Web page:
• 16. iV in a nutshell “Twine with video.” Create branching narratives/experiences with images and video as well as text. Developed by DMG as a fork from ScreenPerfect!
  • 17. An important note iV is a fork from ScreenPerfect. ScreenPerfect concept and development by Alex Leitch with the kind support of the OCADu game::play lab. Engine produced to drive Hannah Epstein's synchronous multiscreen/device installation game PsXXYborg and completed in concert with Alex's thesis "ScreenPerfect: Accessible web tools for contemporary art."
  • 18. iV Questions Is it free? Yes. Mac or PC? Both. Coding needed? Nope. Where to get it? bentobx.github.io/iV/ What does it export to? Web.
  • 19. Games to check out PsXXYborg, Hannah Epstein, Alex Leitch, Sagan Yee
  • 20. iV is worth a try if You want to focus on making art/video/story instead of the tech You’re interested in nonlinear narratives You want to help us out
  • 21. Avoid iV if You don’t like new things (‘cause they’re still rough around the edges) You want a game with action, physics, puzzles, etc.
  • 22. RPG Maker
  • 23. RPG Maker in a nutshell A tool for making RPGs in the style of early Final Fantasy games. With some creativity, adaptable to the “adventure” genre.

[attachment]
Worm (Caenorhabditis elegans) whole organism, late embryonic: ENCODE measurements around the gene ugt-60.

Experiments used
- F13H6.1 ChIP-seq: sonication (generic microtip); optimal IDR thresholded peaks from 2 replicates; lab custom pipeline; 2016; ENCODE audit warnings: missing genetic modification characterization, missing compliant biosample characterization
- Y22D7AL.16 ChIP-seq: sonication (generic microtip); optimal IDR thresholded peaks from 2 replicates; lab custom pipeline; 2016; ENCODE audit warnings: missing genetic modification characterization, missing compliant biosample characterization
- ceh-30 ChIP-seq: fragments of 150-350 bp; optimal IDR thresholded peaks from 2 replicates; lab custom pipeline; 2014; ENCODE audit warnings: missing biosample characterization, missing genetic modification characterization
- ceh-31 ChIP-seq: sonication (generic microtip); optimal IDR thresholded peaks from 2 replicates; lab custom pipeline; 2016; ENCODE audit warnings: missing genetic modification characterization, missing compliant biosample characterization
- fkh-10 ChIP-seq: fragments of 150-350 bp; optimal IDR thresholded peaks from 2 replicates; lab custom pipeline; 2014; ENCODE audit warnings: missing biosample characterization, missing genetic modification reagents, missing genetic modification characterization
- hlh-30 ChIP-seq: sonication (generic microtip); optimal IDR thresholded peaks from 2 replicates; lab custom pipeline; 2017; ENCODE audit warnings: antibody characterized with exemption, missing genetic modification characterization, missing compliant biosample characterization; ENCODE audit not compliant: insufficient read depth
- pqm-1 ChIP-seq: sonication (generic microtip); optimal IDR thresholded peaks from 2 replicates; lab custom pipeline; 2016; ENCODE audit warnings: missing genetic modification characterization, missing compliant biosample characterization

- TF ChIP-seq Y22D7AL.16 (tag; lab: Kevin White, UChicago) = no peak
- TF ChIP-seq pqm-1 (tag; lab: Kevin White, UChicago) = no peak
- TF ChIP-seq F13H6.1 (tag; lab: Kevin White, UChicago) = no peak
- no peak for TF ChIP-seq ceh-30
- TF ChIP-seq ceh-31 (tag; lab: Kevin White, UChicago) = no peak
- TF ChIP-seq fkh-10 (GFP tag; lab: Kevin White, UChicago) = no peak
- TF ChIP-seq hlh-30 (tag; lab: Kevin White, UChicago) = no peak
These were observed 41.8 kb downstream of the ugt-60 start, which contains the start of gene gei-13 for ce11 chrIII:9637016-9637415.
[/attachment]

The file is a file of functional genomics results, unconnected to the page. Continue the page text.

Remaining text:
• 24. RPG Maker Questions Is it free? No. But there’s a free, limited “lite” version you can try out. Mac or PC? PC only. Coding needed? Nope. But you can if you want to. Where to get it? rpgmakerweb.com What does it export to? PC executable.
  • 25. Some games From the community Restless, Natalie Zed The Doctor is Ready, Megan Patterson, Kara Stone, Cecily Carver Actual Sunlight, Will O’Neill
  • 26. RPG Maker is worth a try if... You want to make an RPG You want to make a game that’s dialogue/story-heavy You like world-building You’re feeling nostalgic
  • 27. Avoid RPG Maker if You’re on a Mac You don’t like the early 90’s RPG “style” You want to make something that’s not an RPG or an adventure game
  • 28. Stencyl
  • 29. Stencyl in a nutshell A free tool for making Flash games using Scratch (codelearning tool for beginners) and ActionScript
  • 30. Stencyl Questions Is it free? Yep (mostly). Mac or PC? Both (and Linux!) Coding needed? Depends. You can get pretty far with no code, and even complex/unusual games can be made mostly with the built-in Scratch interface, which is a simplified learn-to-code tool for children and beginners. Where to get it? stencyl.com What does it export to? Flash.
  • 31. Some games by our members Icarus, Sagan Yee Having it All, Miriam Verburg Unicorn Justice Fighter/Unicorn R , Una Lee
  • 32. Stencyl is worth trying if... You want to make a 2D platformer, action, or physics game You want to learn to code, or you’re a beginner coder who wants to improve You want to eventually publish to mobile platforms
  • 33. Avoid Stencyl if... You want to display a lot of text on the screen (i.e. a point-and-click adventure) You have no interest in coding and are easily frustrated by it